In December 2019 before the world was not yet shaking from the pandemic, Zoom recorded 10 million daily meeting participants. But with the sudden shift to virtual platforms due to the pandemic, in just 4 months, Zoom recorded more than 300 million daily meeting participants using Zoom. 

Zoom also calculates its annualized run rate for meeting minutes and the number in January 2020 was at 100 billion minutes and based on April’s annualized rate, the number dramatically jumped to 200 trillion minutes! 

Definition: What is zoom fatigue?

Zoom fatigue is a very prevalent, intense, and an entirely new type of fatigue described as “tiredness, worry, or burnout associated with overusing virtual platforms of communication”. People who experience zoom fatigue usually feel anxious and stressed before a video call and also show the same level of anxiety and stress with an additional occasional feeling of despair after the call. 

Looking at the numbers and the sudden uptick in the number of users and exponential growth in runtime of Zoom shows us the image and impact of the COVID-19 pandemic. What was first seen as a convenient solution in managing individuals and teams remotely became a toxic system of overabundant meetings that cause work burnout. 

In an office setup, a schedule jam packed with meetings is already known as a common stressor and introducing this stressor onto a new environment with idiosyncratic issues definitely leads to more stress. On top of that, the work from home setup is already challenging on its own especially when you don’t have a private work space or you have kids to take care of.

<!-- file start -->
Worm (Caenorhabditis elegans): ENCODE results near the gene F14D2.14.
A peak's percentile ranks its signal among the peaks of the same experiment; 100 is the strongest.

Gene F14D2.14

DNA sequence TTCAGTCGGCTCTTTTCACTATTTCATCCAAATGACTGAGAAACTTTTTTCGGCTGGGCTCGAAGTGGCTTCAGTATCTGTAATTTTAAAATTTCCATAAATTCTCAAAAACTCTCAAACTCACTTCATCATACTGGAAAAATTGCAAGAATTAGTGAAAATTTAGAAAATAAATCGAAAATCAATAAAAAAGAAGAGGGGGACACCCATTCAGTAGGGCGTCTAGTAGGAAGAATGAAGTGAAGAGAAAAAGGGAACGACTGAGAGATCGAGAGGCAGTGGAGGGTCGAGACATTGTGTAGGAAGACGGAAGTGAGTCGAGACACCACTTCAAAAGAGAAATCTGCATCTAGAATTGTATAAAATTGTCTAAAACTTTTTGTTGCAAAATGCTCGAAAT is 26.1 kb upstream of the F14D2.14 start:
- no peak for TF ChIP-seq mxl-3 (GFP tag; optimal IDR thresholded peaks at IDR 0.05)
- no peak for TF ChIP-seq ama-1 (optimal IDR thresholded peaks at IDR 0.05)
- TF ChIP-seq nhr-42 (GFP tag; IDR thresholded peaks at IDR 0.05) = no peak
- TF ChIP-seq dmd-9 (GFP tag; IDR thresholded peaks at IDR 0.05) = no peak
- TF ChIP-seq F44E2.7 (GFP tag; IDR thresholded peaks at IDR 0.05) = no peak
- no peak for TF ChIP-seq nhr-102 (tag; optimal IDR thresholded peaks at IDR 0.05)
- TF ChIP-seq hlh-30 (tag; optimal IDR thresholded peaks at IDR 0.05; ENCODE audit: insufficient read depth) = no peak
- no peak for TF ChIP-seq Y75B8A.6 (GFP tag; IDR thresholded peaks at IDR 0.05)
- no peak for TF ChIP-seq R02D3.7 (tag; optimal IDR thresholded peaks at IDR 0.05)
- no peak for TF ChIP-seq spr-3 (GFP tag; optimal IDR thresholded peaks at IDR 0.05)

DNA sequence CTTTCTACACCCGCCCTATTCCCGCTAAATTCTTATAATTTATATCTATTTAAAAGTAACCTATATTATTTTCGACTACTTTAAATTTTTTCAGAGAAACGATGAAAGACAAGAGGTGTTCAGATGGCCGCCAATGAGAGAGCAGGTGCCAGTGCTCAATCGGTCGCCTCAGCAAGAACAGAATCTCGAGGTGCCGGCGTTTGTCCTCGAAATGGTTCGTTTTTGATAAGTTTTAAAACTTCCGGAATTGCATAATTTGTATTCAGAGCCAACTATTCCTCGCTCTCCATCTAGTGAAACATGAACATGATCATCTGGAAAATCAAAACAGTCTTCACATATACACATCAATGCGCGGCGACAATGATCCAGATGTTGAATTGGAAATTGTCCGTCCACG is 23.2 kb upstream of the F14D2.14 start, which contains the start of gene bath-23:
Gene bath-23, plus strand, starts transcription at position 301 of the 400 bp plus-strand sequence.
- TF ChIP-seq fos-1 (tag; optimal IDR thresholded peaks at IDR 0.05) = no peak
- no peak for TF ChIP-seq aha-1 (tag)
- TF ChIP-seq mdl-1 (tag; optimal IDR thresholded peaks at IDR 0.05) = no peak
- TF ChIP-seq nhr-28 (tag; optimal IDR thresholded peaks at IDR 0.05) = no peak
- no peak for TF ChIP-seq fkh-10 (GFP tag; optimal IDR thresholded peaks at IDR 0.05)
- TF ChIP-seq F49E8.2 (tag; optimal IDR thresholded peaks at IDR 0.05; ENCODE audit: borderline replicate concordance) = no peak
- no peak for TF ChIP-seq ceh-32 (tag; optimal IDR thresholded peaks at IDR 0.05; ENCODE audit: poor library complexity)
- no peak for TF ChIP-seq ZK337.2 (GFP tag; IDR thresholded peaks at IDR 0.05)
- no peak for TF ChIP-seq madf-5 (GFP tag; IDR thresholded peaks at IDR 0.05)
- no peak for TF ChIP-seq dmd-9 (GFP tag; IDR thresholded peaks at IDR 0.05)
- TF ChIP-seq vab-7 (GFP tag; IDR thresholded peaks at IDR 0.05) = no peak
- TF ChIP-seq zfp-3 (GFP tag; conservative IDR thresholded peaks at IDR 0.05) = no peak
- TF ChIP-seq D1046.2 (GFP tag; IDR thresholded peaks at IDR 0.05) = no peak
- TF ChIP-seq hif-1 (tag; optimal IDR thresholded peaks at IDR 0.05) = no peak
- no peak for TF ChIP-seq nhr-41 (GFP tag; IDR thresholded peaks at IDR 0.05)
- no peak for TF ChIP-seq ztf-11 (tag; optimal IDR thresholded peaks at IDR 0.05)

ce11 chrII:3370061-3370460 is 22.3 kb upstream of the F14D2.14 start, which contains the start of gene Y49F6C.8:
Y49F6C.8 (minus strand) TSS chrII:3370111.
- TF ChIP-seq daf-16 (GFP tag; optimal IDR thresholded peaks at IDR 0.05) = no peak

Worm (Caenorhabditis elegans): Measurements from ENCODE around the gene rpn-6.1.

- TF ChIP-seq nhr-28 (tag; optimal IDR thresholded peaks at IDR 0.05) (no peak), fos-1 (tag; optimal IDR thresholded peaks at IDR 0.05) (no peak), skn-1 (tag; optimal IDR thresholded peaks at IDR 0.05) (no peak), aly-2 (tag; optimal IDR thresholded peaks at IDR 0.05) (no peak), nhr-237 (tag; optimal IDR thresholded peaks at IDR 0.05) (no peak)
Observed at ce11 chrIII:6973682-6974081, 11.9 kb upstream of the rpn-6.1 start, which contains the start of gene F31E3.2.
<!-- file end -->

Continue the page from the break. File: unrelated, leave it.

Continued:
Hayes Drumwright, CEO of POPin which is a pioneer in the business transformation solutions industry noted that, “People are burned out on recurring conference calls that don’t feel productive. Anyone who has participated in a 20-person conference call can attest to it.” 

He also added that, “Being connected doesn’t mean video streaming all day with your colleagues; it means understanding your role on the project, or in the business, and having clarity around your contribution to the team goal.”

Drumwright also pointed out one thing that most of us would probably agree to, “A lack of key decisions or clear deliverables following team meetings results in employees feeling like the meeting was a waste of time and could have been handled in email or other communications.” He added, “These early signs point to larger failures as projects stall out or encounter problems the team has difficulty overcoming. When I hear things like ‘I need time to do my work,’ it signals a leader who is desperate to keep the team ‘connected’ through Zoom.”